January is National Slavery and Human Trafficking Prevention Month. While you may not think that human trafficking is an issue in your community—a 2017 poll in Illinois indicated more than half disagreed that it was happening in their area—in fact, Illinois ranks 11th in the nation in the number of cases of human trafficking.
What is Human Trafficking?
When most people hear about human trafficking, they tend to think of sex trafficking. In terms of reported cases, sex trafficking is the most predominant form of human trafficking in Illinois, but labor trafficking occurs as well. The latter may involve forced domestic work, construction, agricultural work, traveling sales crews, or begging rings.
Human Trafficking in Illinois
In 2018, the state of Illinois released its Illinois Human Trafficking Task Force Report. The report investigated the issue of human trafficking in Illinois and made recommendations for ending the practice. Among the findings from the report are:
- 970 children in Illinois had been trafficked between 2011 and 2017.
- The average age of those children was just under 14 years old.
- Female children make up 87% of those trafficked.
- African American children account for 53% of the children trafficked in Illinois, while white children account for 42%.
Human traffickers recruit children much like sexual predators do. Common methods include:
- Meeting the need for food, clothing, and shelter, particularly with homeless children
- Promises of love, romance, and acceptance
- Offers of independence, luxury items, and cash
- Flattery, lies, and manipulation
- Exploiting a position of authority
- Exploiting vulnerability or desperation
Resources for PTAs
PTAs can play a role in working to end human trafficking by providing educational and awareness events. Holding such an event would support the National PTA Resolution on Child Trafficking that was adopted at the 2009 National PTA Convention. Keep in mind that this is not an easy topic to discuss, and your PTA should consider providing babysitting so that parents can learn and discuss the issue without children present. Here are some resources to help you host an event.
In addition to the hotline itself (888-373-7888, texting HELP to BEFREE (233733), or e-mailing firstname.lastname@example.org), the website includes a large resource library, including a US Department of Education report on Human Trafficking in America’s Schools. They also have their flyer for the hotline available in 23 languages.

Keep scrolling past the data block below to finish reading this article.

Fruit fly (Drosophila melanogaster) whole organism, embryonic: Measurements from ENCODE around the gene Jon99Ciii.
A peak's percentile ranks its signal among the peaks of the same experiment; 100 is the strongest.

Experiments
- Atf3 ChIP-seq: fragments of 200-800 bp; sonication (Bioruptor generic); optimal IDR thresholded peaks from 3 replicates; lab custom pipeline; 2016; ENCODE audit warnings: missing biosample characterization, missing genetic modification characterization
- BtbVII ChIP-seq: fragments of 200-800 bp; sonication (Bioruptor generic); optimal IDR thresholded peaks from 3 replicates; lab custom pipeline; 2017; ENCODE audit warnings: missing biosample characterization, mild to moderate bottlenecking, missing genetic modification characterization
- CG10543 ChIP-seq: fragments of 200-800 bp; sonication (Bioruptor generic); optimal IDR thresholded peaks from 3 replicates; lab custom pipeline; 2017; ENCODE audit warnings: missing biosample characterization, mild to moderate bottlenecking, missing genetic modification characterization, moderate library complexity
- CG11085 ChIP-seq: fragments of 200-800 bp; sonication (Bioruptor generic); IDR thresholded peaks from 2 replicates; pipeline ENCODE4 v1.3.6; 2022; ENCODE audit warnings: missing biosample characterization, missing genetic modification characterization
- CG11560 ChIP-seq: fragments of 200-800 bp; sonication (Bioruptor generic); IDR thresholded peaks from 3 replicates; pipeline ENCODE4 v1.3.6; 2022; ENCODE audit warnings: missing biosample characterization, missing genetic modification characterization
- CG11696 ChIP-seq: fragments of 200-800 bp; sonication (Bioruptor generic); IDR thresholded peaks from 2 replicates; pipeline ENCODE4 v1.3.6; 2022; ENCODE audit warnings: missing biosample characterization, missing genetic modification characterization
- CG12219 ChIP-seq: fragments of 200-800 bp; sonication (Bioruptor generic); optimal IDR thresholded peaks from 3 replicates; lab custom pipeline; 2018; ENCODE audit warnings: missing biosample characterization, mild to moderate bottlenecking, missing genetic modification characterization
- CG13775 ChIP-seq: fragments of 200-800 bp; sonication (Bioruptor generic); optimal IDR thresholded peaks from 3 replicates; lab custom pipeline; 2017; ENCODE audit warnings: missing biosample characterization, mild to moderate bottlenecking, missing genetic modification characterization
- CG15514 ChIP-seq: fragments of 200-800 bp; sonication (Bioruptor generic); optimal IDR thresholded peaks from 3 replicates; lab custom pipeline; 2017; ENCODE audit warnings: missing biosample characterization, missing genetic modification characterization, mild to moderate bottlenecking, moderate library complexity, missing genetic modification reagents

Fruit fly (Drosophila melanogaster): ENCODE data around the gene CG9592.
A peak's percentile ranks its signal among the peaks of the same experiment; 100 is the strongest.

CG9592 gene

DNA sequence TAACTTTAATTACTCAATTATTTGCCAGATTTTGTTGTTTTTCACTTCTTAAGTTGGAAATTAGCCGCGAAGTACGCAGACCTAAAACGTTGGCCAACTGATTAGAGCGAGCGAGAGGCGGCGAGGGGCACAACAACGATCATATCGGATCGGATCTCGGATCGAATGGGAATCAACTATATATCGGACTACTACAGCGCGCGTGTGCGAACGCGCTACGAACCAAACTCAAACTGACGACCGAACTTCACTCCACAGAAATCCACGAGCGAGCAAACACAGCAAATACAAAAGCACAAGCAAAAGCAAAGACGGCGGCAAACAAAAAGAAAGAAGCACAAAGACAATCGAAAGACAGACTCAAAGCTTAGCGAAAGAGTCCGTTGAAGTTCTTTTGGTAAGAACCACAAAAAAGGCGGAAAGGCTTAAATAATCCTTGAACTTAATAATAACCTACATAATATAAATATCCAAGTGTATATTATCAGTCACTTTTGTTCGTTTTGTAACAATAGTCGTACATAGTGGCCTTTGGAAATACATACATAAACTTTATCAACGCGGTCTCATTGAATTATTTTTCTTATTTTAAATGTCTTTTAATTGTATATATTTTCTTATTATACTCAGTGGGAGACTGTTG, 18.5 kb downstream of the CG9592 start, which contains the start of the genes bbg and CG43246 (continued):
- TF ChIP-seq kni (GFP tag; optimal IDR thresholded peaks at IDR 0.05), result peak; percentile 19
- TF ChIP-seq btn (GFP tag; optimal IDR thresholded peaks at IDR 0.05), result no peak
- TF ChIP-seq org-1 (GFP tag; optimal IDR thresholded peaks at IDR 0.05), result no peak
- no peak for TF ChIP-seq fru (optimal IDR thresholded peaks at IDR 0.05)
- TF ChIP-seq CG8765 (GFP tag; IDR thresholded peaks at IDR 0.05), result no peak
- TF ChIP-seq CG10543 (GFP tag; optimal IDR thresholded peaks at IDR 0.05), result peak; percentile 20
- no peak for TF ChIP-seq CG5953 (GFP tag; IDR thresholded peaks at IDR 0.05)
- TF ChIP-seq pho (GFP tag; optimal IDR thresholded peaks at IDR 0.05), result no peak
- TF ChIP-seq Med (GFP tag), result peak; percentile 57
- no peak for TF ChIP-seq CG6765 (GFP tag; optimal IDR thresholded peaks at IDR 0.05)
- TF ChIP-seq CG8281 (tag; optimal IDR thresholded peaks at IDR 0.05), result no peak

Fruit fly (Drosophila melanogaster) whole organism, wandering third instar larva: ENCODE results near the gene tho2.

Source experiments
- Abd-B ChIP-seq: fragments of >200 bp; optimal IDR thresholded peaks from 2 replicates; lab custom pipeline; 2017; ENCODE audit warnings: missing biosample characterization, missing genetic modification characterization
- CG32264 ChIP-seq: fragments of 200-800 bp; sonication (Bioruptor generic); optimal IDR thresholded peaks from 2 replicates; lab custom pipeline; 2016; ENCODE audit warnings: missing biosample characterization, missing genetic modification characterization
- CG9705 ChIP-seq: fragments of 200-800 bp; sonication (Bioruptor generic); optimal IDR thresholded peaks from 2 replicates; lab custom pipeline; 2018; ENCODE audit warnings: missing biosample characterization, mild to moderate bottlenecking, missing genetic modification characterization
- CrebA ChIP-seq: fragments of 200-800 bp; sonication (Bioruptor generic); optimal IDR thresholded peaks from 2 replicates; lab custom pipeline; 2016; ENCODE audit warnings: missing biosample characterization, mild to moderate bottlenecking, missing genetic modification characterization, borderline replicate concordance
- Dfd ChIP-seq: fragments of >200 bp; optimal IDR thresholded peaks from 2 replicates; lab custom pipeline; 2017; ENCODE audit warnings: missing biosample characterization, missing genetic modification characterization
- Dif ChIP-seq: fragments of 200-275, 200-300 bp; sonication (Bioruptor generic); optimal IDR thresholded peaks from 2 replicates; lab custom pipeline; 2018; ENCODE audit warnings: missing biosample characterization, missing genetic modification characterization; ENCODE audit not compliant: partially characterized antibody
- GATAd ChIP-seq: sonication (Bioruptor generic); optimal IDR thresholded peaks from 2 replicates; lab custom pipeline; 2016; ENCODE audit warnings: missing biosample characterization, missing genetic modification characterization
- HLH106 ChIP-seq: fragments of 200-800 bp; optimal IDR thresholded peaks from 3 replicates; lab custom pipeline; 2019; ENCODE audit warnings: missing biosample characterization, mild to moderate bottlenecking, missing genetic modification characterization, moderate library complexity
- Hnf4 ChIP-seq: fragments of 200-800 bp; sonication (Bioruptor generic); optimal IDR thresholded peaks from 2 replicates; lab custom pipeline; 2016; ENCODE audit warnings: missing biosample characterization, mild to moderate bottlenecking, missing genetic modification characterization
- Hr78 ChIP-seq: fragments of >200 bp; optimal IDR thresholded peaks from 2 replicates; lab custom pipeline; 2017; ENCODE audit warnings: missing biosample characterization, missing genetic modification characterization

A part of the US Department of Health & Human Services, the office’s website includes a resource library, handouts for their Look Beneath the Surface campaign, and links to other federal efforts to combat human trafficking.
As part of their introduction to human trafficking, they have a 30-minute video intended for the general public and a webinar designed for service providers. There is a pre-test and post-test that you can use on either side of showing the video.
The task force brings together law enforcement, social, and legal service agencies to work on human trafficking cases. They may be able to provide a speaker for PTAs in Cook County.
The Department of Homeland Security’s (DHS) Blue Campaign is focused on ending human trafficking. The campaign has a document library and a series of awareness videos. The campaign also provides at no cost printed materials for the campaign (e.g., posters, cards, and pamphlets), but requires a 3- to 4-month lead time to fulfill orders.
Provides a Human Trafficking 101 training for organizations and has several fact sheets that could be used as handouts.
The center has a page of resources dedicated to the issue of child sex trafficking.
Created in partnership with the Wichita State University Center for Combatting Human Trafficking and the US Department of Justice Office of Juvenile Justice & Delinquency Prevention, this online portal provides a toolkit of 20 modules focused on the commercial sexual exploitation of children. Each module explains what is known about the topic, what it means, and how it can be put into practice on the individual, program, and community level.
This office serves as the federal government’s point of attack regarding human trafficking of children. The site provides links to many other federal and non-governmental resources on the topic.